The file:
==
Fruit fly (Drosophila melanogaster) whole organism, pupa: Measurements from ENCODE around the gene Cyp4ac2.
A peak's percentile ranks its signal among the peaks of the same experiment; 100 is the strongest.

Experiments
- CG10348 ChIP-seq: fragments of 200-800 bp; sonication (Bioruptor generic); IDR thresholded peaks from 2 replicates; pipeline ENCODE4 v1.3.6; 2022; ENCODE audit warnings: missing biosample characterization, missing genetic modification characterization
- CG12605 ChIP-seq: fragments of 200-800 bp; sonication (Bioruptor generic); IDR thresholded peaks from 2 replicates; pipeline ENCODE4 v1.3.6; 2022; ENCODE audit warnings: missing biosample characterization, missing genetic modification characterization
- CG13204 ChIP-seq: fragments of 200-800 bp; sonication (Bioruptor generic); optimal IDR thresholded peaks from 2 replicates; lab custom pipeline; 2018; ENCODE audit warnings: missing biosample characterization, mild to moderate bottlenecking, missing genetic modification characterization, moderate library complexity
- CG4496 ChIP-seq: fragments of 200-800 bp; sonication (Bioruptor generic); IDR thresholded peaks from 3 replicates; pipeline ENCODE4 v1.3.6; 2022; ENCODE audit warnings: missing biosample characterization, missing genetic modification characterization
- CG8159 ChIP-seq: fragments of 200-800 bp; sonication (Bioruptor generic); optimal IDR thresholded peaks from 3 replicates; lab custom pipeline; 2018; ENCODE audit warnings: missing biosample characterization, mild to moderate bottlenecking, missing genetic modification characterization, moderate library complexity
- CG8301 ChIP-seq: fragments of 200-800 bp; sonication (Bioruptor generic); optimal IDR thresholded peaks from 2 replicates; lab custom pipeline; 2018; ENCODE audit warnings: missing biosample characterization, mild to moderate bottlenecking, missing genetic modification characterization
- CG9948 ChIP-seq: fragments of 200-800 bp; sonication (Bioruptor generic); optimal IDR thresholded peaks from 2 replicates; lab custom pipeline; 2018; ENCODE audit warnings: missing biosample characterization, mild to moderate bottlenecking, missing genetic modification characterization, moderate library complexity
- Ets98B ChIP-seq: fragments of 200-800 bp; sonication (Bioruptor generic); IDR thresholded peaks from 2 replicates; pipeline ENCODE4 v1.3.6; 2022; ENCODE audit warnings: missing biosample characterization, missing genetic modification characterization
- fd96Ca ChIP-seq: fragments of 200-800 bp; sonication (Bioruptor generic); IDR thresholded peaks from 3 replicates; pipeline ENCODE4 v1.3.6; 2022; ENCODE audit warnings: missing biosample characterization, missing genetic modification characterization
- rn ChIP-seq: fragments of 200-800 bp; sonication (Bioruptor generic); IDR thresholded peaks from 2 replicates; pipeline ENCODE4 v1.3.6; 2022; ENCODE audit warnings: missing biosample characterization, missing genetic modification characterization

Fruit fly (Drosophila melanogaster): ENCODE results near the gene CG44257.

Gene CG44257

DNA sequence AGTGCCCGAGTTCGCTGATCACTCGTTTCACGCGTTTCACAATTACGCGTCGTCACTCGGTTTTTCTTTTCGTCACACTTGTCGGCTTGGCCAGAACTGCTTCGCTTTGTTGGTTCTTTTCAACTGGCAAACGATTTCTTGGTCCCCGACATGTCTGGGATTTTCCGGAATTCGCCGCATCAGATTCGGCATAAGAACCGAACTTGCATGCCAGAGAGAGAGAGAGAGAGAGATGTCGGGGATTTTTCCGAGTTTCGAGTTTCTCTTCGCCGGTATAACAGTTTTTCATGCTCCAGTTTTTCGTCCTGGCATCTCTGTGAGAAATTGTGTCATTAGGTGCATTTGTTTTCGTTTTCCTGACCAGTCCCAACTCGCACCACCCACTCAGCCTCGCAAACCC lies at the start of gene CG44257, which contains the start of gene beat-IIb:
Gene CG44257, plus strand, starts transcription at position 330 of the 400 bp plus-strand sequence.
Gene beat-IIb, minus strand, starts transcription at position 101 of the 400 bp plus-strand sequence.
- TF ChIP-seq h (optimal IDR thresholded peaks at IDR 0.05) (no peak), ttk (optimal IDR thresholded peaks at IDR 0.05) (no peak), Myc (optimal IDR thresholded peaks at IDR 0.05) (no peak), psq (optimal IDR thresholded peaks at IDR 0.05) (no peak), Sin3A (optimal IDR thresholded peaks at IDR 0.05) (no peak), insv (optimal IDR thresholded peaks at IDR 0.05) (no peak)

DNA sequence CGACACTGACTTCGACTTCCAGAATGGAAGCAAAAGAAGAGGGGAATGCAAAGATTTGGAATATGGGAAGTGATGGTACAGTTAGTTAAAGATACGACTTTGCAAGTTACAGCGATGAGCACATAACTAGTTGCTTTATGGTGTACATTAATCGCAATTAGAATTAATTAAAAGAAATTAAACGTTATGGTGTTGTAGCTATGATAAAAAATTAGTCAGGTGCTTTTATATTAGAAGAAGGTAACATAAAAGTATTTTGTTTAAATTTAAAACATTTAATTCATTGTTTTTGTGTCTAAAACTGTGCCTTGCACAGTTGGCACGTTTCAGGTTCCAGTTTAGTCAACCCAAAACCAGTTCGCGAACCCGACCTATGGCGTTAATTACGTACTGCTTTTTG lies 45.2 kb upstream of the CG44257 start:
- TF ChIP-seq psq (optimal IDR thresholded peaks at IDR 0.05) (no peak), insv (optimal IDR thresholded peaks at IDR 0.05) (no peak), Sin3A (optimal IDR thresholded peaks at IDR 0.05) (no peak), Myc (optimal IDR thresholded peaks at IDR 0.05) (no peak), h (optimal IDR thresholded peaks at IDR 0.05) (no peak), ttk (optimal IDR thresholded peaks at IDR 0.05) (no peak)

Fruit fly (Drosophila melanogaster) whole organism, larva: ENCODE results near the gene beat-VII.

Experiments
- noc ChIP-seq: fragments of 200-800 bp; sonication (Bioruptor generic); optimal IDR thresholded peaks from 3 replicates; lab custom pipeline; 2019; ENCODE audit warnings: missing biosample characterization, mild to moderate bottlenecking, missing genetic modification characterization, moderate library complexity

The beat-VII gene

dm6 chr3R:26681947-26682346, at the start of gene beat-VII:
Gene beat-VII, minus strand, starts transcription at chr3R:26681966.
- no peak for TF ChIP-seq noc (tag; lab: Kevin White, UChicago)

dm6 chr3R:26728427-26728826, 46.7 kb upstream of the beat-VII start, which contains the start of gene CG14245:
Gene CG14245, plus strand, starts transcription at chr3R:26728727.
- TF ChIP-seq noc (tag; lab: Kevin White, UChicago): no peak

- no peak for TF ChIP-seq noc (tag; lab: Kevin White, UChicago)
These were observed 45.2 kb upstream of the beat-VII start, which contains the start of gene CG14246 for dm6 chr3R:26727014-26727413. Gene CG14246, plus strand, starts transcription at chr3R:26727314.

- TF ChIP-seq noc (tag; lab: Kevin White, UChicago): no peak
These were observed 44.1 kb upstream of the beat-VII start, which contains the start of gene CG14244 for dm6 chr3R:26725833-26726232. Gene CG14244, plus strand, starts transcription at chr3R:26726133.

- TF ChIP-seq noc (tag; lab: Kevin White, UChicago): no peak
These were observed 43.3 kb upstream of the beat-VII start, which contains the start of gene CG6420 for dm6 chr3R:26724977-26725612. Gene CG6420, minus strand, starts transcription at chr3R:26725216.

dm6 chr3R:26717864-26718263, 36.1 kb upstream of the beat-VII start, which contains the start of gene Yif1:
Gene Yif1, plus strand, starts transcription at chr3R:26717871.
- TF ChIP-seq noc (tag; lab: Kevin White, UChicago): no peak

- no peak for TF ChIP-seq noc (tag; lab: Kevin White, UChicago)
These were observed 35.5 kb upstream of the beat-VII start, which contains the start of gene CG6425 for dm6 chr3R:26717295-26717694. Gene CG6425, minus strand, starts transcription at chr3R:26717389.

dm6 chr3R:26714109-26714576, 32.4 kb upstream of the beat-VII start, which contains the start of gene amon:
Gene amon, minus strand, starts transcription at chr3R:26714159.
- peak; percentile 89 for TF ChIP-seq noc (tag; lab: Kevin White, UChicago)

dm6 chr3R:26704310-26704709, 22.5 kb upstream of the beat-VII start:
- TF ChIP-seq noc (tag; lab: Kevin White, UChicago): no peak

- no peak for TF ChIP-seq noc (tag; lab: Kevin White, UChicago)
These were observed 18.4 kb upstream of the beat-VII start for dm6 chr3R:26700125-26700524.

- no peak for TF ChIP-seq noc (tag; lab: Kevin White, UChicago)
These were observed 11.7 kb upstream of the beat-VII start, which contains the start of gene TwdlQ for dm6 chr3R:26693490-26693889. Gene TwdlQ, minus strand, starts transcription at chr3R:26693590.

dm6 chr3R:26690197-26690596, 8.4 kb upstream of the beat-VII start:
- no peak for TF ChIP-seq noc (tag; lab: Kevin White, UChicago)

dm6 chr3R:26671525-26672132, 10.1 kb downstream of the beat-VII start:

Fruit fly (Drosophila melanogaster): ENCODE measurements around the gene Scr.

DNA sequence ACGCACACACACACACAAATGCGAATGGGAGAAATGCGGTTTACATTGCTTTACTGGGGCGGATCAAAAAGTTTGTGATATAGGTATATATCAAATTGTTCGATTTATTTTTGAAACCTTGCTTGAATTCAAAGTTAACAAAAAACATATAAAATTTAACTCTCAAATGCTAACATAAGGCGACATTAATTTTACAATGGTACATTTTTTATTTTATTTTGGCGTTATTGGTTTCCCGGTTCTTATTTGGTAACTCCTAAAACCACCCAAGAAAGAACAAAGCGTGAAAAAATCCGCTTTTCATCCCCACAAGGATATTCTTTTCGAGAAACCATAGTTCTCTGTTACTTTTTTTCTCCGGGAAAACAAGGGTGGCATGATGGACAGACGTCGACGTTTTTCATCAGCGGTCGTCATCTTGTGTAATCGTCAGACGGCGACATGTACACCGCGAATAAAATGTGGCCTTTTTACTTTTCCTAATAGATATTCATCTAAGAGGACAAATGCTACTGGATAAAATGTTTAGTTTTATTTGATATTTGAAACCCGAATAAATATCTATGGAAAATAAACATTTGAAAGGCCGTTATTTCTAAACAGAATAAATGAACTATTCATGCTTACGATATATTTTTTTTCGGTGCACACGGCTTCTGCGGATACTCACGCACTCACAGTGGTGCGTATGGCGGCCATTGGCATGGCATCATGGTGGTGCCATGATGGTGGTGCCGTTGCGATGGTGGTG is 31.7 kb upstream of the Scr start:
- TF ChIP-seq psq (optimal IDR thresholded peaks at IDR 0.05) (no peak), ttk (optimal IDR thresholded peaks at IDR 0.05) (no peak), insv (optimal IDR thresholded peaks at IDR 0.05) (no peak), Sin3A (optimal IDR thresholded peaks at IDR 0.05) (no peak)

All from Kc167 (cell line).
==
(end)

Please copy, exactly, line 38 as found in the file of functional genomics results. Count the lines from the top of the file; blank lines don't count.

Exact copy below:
dm6 chr3R:26717864-26718263, 36.1 kb upstream of the beat-VII start, which contains the start of gene Yif1: